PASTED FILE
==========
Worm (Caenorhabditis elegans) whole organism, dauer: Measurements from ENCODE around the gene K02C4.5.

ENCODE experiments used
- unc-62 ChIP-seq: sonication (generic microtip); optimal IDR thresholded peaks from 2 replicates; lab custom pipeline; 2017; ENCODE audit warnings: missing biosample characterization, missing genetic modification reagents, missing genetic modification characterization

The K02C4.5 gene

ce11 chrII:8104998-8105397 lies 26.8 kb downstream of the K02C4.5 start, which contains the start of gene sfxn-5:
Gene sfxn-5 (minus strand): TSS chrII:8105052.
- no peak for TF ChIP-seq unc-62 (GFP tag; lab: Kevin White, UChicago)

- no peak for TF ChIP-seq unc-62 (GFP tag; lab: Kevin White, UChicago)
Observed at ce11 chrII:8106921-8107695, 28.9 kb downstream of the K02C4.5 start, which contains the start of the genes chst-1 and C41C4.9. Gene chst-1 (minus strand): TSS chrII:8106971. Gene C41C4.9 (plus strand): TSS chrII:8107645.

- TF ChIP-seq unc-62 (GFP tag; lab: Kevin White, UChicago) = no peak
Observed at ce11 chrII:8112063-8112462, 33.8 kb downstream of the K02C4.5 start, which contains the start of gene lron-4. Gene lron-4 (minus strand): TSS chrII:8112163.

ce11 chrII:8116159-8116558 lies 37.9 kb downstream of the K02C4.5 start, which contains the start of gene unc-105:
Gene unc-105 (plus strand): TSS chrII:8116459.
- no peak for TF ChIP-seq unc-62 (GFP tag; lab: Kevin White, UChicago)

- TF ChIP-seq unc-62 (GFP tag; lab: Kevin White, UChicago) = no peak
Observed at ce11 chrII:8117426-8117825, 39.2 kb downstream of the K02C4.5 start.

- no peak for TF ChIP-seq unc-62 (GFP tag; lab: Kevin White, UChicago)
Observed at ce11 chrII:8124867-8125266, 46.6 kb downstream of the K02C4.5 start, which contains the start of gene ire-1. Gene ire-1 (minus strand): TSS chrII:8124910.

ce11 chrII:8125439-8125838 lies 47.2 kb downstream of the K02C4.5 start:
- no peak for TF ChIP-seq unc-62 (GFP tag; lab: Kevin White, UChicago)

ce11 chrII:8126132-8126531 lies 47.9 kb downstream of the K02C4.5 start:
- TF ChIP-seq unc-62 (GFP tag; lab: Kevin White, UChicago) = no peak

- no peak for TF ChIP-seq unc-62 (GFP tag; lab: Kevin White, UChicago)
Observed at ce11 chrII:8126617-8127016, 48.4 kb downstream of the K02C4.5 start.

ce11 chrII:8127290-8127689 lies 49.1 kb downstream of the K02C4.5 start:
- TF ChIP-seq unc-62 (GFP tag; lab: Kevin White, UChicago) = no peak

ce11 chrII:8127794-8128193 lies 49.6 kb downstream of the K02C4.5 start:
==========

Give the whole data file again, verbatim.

Worm (Caenorhabditis elegans) whole organism, dauer: Measurements from ENCODE around the gene K02C4.5.

ENCODE experiments used
- unc-62 ChIP-seq: sonication (generic microtip); optimal IDR thresholded peaks from 2 replicates; lab custom pipeline; 2017; ENCODE audit warnings: missing biosample characterization, missing genetic modification reagents, missing genetic modification characterization

The K02C4.5 gene

ce11 chrII:8104998-8105397 lies 26.8 kb downstream of the K02C4.5 start, which contains the start of gene sfxn-5:
Gene sfxn-5 (minus strand): TSS chrII:8105052.
- no peak for TF ChIP-seq unc-62 (GFP tag; lab: Kevin White, UChicago)

- no peak for TF ChIP-seq unc-62 (GFP tag; lab: Kevin White, UChicago)
Observed at ce11 chrII:8106921-8107695, 28.9 kb downstream of the K02C4.5 start, which contains the start of the genes chst-1 and C41C4.9. Gene chst-1 (minus strand): TSS chrII:8106971. Gene C41C4.9 (plus strand): TSS chrII:8107645.

- TF ChIP-seq unc-62 (GFP tag; lab: Kevin White, UChicago) = no peak
Observed at ce11 chrII:8112063-8112462, 33.8 kb downstream of the K02C4.5 start, which contains the start of gene lron-4. Gene lron-4 (minus strand): TSS chrII:8112163.

ce11 chrII:8116159-8116558 lies 37.9 kb downstream of the K02C4.5 start, which contains the start of gene unc-105:
Gene unc-105 (plus strand): TSS chrII:8116459.
- no peak for TF ChIP-seq unc-62 (GFP tag; lab: Kevin White, UChicago)

- TF ChIP-seq unc-62 (GFP tag; lab: Kevin White, UChicago) = no peak
Observed at ce11 chrII:8117426-8117825, 39.2 kb downstream of the K02C4.5 start.

- no peak for TF ChIP-seq unc-62 (GFP tag; lab: Kevin White, UChicago)
Observed at ce11 chrII:8124867-8125266, 46.6 kb downstream of the K02C4.5 start, which contains the start of gene ire-1. Gene ire-1 (minus strand): TSS chrII:8124910.

ce11 chrII:8125439-8125838 lies 47.2 kb downstream of the K02C4.5 start:
- no peak for TF ChIP-seq unc-62 (GFP tag; lab: Kevin White, UChicago)

ce11 chrII:8126132-8126531 lies 47.9 kb downstream of the K02C4.5 start:
- TF ChIP-seq unc-62 (GFP tag; lab: Kevin White, UChicago) = no peak

- no peak for TF ChIP-seq unc-62 (GFP tag; lab: Kevin White, UChicago)
Observed at ce11 chrII:8126617-8127016, 48.4 kb downstream of the K02C4.5 start.

ce11 chrII:8127290-8127689 lies 49.1 kb downstream of the K02C4.5 start:
- TF ChIP-seq unc-62 (GFP tag; lab: Kevin White, UChicago) = no peak

ce11 chrII:8127794-8128193 lies 49.6 kb downstream of the K02C4.5 start: